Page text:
Nashville school shooting sparks familiar gun control debate
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The school shooting in Nashville that resulted in the deaths of three elementary school students and three staff members is the latest flashpoint in the gun control debate around the nation and here in Minnesota.
“I again want to dispel this myth that what we’re living with and what our children are living with is just the way it is,” Minnesota Governor Tim Walz said at State Capitol news conference about an unrelated topic. Everywhere the governor goes he says he’s asked about the issue of guns.
“If you’re tweeting defending an inanimate object today rather than talking about children you are on the wrong side of history and the wrong side of where things are at,” he said in response to questions about the issue.
Opponents of gun control measures being considered at the Capitol say supporters of such laws rarely acknowledge how little they would do to stop most mass shootings.
“They consistently fail to put a connecting line between the measures that they’re pushing for and the tragedies they’re using to push those measures,” said Rob Doar of the Minnesota Gun Owners Caucus in an interview with 5 EYEWITNESS NEWS.
He says the Nashville shooting is a good example of what he’s talking about.
“The shooter bought their firearms legally,” Doar says. “Nobody used the mechanisms under Tennessee’s current law to intervene with the person’s mental health crisis.”
Tennessee doesn’t have a “red flag” law that allows authorities to confiscate guns from someone with mental health issues.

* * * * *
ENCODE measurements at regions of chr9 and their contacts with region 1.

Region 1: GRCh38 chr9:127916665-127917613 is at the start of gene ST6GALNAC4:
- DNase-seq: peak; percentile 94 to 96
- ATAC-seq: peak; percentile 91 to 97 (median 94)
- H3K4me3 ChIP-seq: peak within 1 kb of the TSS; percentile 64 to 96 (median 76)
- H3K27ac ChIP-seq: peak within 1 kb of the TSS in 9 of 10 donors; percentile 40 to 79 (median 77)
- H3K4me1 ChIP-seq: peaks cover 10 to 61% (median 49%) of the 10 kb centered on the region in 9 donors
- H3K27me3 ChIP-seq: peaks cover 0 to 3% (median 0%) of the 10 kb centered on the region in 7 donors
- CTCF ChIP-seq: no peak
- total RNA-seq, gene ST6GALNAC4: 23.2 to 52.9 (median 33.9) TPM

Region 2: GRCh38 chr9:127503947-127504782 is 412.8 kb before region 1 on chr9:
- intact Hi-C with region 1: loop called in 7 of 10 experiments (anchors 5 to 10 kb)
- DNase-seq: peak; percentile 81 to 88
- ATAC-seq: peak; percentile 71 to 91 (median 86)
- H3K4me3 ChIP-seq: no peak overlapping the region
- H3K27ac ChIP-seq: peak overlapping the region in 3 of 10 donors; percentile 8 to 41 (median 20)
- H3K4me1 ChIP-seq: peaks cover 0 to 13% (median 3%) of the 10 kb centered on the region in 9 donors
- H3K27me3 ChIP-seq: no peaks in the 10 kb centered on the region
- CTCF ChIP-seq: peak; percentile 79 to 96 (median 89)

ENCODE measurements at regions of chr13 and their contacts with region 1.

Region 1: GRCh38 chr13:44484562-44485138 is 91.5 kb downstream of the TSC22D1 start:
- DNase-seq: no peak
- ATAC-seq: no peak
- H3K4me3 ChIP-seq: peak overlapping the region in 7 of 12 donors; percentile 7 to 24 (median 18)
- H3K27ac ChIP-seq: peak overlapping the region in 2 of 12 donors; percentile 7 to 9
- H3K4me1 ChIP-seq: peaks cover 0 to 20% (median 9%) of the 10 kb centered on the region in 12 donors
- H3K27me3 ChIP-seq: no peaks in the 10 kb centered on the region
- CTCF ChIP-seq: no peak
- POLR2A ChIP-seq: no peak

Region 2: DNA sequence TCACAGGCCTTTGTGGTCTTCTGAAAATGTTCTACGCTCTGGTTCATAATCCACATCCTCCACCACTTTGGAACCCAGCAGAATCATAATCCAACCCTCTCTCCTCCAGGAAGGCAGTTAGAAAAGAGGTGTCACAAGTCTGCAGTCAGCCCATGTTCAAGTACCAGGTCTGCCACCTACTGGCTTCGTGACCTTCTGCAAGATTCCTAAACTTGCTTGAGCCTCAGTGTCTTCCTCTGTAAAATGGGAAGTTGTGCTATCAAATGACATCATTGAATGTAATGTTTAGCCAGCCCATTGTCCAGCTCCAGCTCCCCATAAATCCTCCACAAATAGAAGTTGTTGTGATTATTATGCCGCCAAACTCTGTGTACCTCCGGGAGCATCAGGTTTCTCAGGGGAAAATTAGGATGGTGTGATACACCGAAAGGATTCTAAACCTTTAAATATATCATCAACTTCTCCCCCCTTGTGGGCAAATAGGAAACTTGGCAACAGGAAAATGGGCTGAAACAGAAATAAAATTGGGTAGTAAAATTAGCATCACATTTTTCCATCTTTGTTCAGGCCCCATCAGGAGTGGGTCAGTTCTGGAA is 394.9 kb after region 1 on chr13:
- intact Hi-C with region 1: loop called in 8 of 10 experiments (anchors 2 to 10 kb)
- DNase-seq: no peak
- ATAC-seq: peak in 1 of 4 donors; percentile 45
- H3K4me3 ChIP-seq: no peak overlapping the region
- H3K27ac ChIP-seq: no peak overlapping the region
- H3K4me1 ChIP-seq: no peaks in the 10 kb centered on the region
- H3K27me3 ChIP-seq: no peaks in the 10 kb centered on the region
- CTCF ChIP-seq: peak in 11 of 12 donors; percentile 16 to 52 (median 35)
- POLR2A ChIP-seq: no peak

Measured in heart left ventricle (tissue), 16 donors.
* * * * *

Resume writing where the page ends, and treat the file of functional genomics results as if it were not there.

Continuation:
Gov. Walz points to a Minnesota “red flag” law proposal and another requiring background checks in person-to-person sales as examples of things Minnesota could do to help stop at least some shootings.
“These two are proven, measurable things, Red Flag laws that allow for extreme risk protection orders to stop people,” Walz said. “And then background checks, which again I would note, as a lawful gun owner myself, neither of those two things impinge on my Second Amendment rights in anyway.”
But Doar says as written both laws are too extreme. For instance, the “red flag” proposed law wouldn’t allow a person suspected of having a mental health issue to defend himself or herself before having guns taken away. As for the person-to-person gun sale background checks, he says such checks would even be required to lend a gun to a friend for hunting or to go to a gun range.
He notes the Nashville shooter had a mental health issue, but was able to buy several guns legally anyway after undergoing background checks.
“There’s nothing that’s being pushed for now in Minnesota that would have had any impact on that tragedy,” he says. “I think we really need to focus on the individuals in crisis.”